Eriksson receives a very English welcome

So here he finally was, igniting sheet lightning from the photographers - tanned, smart and composed. But we knew that about the prospective England manager already. What the great British press had a first opportunity to ask Sven Goran Eriksson yesterday effectively amounted to this: "Do you realise you're a foreigner, and we're not used to them managing our national team?" With the sub-clause: "So when are you going to win us the World Cup then?"

So here he finally was, igniting sheet lightning from the photographers - tanned, smart and composed. But we knew that about the prospective England manager already. What the great British press had a first opportunity to ask Sven Goran Eriksson yesterday effectively amounted to this: "Do you realise you're a foreigner, and we're not used to them managing our national team?" With the sub-clause: "So when are you going to win us the World Cup then?"

The 52-year-old Swede, who will officially start a five-year contract with England next July but is hoping his club, Lazio, will allow him to oversee World Cup qualifiers against Finland and Albania in March and Greece in June, responded with all the urbanity we had been led to expect.

Eriksson's first media appearance within these shores was necessarily brief, as he was due to fly straight back to Rome to take a training session with the players he had steered to a timely 2-1 home victory over Brescia on the previous afternoon. But if he was feeling faintly bigamous, he did not betray any obvious signs.

Pressed on where his heart, or his brain, naturally lay, a request which ended with the despairing question: "Where are you?" he responded with a faint smile: "I don't know the name of this room." It was, in fact, the St Alban Suite but Eriksson didn't need to know that.

Just as, until now, he has not needed to know every detail about the English game. Challenged - in a caring way, you understand - to name the Leicester City goalkeeper or the Sunderland left-back - he replied that he did not know, but pointed out that he had not previously had a pressing reason to do so.

"I assure you that when I come here I will know everything about the English game," he added.

To that end he will be assisted by his Swedish assistant at Lazio, Tord Grip, who will arrive at the Football Association on 15 November to begin scouting the territory.

Eriksson's more considered response to the heart and brain question was more scathing.

"I hope I am not so limited that I only have to think about one thing," he said quietly. "We have a brain which is bigger than that. My heart is always with me. But it will be more and more English."

He did, however, acknowledge the widely voiced adverse reaction to his appointment. "I can understand people saying England should have an English manager," he said. "In football, in life, you have always some people against you. I hope after a couple of years that those talking against me will be talking for me. But you have to show that with work, not words."

Adam Crozier, the Football Association's chief executive, spoke optimistically about the likelihood that, when talks resumed next week, Lazio would agree to release their manager on a part-time basis in March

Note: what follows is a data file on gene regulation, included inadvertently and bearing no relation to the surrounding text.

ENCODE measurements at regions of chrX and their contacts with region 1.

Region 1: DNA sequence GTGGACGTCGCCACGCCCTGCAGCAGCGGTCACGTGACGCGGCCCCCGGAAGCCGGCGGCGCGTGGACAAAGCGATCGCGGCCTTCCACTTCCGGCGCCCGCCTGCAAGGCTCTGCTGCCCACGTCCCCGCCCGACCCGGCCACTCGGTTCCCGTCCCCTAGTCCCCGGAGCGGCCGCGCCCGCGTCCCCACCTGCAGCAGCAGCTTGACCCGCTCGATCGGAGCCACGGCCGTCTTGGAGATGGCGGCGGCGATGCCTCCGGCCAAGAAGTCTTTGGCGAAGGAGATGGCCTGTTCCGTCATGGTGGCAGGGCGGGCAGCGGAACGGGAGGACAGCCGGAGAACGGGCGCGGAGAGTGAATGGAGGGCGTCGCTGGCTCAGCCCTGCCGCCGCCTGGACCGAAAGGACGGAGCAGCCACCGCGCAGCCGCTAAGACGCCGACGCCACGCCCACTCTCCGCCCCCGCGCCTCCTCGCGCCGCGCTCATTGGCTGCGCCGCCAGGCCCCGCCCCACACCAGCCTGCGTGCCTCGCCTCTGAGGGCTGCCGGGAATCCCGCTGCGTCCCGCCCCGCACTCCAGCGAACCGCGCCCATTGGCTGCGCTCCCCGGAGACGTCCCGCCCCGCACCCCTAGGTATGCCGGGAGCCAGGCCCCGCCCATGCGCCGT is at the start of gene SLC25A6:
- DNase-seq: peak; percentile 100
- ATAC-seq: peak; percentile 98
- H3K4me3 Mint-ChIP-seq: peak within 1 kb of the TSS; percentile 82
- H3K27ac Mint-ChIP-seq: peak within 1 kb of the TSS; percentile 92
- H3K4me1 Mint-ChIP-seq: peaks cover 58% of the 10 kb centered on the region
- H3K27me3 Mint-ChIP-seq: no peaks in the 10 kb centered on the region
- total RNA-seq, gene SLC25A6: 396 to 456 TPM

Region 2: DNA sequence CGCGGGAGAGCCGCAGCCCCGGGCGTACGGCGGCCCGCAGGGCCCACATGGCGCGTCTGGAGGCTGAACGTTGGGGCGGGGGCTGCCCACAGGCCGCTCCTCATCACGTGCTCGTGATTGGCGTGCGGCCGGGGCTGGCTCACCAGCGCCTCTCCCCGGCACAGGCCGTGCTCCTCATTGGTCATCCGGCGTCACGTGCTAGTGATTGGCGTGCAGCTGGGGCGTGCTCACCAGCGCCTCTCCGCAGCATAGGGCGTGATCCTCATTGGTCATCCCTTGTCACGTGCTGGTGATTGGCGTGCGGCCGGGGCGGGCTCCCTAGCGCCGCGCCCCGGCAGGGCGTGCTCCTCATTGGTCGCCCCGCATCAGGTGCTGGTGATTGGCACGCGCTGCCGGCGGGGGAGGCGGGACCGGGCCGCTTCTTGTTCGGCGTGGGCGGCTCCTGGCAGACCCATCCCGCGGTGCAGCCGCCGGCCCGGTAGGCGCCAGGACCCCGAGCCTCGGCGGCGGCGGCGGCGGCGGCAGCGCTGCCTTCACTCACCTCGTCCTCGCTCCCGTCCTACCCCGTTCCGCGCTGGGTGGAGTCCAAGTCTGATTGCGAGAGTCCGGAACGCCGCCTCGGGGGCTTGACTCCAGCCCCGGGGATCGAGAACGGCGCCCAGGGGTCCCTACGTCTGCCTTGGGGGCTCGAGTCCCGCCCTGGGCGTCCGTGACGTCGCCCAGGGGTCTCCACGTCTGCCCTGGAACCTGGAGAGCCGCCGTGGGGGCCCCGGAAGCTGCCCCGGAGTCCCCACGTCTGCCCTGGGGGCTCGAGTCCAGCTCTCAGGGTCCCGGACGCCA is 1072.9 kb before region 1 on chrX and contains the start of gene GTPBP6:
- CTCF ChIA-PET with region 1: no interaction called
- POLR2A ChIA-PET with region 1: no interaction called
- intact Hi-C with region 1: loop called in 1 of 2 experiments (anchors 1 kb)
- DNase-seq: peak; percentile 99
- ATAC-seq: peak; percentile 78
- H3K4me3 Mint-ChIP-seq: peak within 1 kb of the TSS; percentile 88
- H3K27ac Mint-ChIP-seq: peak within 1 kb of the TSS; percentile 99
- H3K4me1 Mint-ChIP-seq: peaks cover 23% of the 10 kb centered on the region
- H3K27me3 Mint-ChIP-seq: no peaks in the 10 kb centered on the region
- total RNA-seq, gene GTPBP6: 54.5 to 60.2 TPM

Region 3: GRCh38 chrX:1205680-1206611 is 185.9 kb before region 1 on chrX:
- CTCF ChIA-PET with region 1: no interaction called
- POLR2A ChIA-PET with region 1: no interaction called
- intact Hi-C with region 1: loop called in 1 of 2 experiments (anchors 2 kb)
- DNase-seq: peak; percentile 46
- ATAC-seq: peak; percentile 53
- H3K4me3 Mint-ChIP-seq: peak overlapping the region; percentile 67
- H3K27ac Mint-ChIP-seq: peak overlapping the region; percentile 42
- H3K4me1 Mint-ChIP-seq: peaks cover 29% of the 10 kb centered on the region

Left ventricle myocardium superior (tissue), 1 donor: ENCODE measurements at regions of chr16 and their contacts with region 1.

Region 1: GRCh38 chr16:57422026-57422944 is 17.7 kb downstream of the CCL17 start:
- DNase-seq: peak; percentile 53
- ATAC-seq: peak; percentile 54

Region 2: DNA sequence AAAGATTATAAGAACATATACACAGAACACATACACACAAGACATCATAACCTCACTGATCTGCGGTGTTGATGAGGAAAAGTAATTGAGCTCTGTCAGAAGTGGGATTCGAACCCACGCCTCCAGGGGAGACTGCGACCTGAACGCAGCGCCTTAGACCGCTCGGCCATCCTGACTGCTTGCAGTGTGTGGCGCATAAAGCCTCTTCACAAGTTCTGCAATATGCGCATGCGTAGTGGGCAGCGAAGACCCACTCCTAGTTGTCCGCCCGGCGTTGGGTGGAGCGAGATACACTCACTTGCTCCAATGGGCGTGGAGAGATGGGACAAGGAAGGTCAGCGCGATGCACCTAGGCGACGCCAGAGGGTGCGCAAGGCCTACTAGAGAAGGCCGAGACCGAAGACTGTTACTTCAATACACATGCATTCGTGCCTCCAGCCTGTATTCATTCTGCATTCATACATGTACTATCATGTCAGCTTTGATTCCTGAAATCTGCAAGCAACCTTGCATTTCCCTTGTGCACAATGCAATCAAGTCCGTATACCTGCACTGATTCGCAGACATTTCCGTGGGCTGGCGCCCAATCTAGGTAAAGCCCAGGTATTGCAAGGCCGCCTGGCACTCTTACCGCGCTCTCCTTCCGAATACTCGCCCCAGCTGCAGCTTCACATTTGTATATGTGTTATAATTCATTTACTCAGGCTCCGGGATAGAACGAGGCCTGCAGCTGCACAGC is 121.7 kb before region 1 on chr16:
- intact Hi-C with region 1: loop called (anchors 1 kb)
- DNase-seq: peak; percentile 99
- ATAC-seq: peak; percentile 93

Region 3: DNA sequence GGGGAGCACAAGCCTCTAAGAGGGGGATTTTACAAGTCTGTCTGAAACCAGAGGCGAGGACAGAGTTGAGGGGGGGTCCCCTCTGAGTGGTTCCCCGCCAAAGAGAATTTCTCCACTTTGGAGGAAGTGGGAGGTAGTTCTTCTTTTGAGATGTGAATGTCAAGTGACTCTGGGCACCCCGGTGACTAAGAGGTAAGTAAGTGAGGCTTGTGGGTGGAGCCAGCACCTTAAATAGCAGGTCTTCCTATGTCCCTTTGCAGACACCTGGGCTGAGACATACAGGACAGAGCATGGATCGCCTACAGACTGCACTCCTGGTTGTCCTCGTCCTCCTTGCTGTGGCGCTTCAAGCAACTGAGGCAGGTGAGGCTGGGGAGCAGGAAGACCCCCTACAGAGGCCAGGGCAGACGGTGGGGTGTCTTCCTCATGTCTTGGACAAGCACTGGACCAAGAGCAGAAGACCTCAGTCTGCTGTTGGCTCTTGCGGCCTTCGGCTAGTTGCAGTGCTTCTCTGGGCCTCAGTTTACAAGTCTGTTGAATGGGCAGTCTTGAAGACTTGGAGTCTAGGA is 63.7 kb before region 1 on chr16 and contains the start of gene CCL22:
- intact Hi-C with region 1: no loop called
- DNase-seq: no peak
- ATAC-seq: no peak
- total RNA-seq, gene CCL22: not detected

Whenever Eriksson's work does begin in earnest, however, he does not see the need to make sweeping reforms. "I don't think England have done so badly to need radical change," he said, while studiously avoiding being drawn into any criticism of previous regimes. "I wouldn't have taken this job unless I was optimistic about the future.

"To speak of individuals, maybe the most famous in the world is David Beckham. His right foot is not so bad. He's a great player - but there are many of them here."

Asked why, if he so admired British players, he had only signed one in his career - David Platt, while he was at Sampdoria - he replied that players such as Beckham were too expensive even for the likes of Lazio.

Eriksson was upbeat about England's chances of qualifying for the 2002 World Cup. "There are still six games to go and of course we have a chance to do it. And I think we will do it. I am very pleased, though, that the FA are preparing five years in advance, not just seeing the next World Cup. I think I will stay five years. I hope so. Even seven, I hope.

"It was a big surprise to me when I first heard England wanted me to be manager. It took me a very short time to decide to take it - I don't know how many hours. I could not say no."

Was that, someone asked, before or after his £2m annual salary was mentioned? "I didn't take this job for the money, or for the weather, that is for sure," he replied. "I could have earned more if I stayed in Italy, or Spain.

"England is a big job, a big challenge. I will be very proud when I go out there and hear the national hymn - what do you say... ?" "Anthem," a number of media people volunteered. Helpfully, or course.

Called on to explain why he turned his back on taking over at Blackburn Rovers three years ago, Eriksson said he had received an alternative offer from Lazio two days after signing the contract and that the Rovers' chairman, Jack Walker, had accepted his change of heart.

"We divorced like friends," he said. "And no, it will not happen again." "What if Germany calls?" someone asked.

"No," he responded. "Not even if Brazil calls." His final request involved explaining that funny foreign name of his.

"In Italy I am called Sven," he said. "In Sweden I am called Svennis. My real name is Sven Goran." "And in England," someone called out, "we might call you... " Eriksson will find out soon enough how that sentence ends.

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